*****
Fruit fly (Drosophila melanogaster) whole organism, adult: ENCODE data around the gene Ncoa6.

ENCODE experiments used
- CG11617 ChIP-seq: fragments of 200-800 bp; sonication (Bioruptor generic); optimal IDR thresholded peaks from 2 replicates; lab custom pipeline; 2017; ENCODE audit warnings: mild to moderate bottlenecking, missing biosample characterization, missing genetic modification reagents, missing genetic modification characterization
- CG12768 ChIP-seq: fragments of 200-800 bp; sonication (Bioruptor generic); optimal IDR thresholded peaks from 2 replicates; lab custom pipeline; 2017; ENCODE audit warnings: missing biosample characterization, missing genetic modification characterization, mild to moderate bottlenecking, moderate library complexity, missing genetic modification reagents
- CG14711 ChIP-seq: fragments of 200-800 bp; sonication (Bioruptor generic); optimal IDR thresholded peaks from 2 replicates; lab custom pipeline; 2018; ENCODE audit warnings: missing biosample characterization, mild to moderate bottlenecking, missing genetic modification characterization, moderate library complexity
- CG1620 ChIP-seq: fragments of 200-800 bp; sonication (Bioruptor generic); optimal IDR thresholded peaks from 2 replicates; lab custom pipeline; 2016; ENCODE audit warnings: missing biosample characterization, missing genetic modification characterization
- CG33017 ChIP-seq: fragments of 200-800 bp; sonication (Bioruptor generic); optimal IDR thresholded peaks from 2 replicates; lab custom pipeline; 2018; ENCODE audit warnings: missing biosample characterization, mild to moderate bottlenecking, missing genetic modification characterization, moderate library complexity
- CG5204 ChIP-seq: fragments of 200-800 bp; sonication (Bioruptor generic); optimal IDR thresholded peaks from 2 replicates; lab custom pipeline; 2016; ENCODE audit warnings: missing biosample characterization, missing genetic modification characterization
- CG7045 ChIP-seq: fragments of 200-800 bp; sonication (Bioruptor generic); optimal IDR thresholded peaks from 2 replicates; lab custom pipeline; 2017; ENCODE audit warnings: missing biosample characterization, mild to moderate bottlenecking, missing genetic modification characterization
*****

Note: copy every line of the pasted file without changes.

Fruit fly (Drosophila melanogaster) whole organism, adult: ENCODE data around the gene Ncoa6.

ENCODE experiments used
- CG11617 ChIP-seq: fragments of 200-800 bp; sonication (Bioruptor generic); optimal IDR thresholded peaks from 2 replicates; lab custom pipeline; 2017; ENCODE audit warnings: mild to moderate bottlenecking, missing biosample characterization, missing genetic modification reagents, missing genetic modification characterization
- CG12768 ChIP-seq: fragments of 200-800 bp; sonication (Bioruptor generic); optimal IDR thresholded peaks from 2 replicates; lab custom pipeline; 2017; ENCODE audit warnings: missing biosample characterization, missing genetic modification characterization, mild to moderate bottlenecking, moderate library complexity, missing genetic modification reagents
- CG14711 ChIP-seq: fragments of 200-800 bp; sonication (Bioruptor generic); optimal IDR thresholded peaks from 2 replicates; lab custom pipeline; 2018; ENCODE audit warnings: missing biosample characterization, mild to moderate bottlenecking, missing genetic modification characterization, moderate library complexity
- CG1620 ChIP-seq: fragments of 200-800 bp; sonication (Bioruptor generic); optimal IDR thresholded peaks from 2 replicates; lab custom pipeline; 2016; ENCODE audit warnings: missing biosample characterization, missing genetic modification characterization
- CG33017 ChIP-seq: fragments of 200-800 bp; sonication (Bioruptor generic); optimal IDR thresholded peaks from 2 replicates; lab custom pipeline; 2018; ENCODE audit warnings: missing biosample characterization, mild to moderate bottlenecking, missing genetic modification characterization, moderate library complexity
- CG5204 ChIP-seq: fragments of 200-800 bp; sonication (Bioruptor generic); optimal IDR thresholded peaks from 2 replicates; lab custom pipeline; 2016; ENCODE audit warnings: missing biosample characterization, missing genetic modification characterization
- CG7045 ChIP-seq: fragments of 200-800 bp; sonication (Bioruptor generic); optimal IDR thresholded peaks from 2 replicates; lab custom pipeline; 2017; ENCODE audit warnings: missing biosample characterization, mild to moderate bottlenecking, missing genetic modification characterization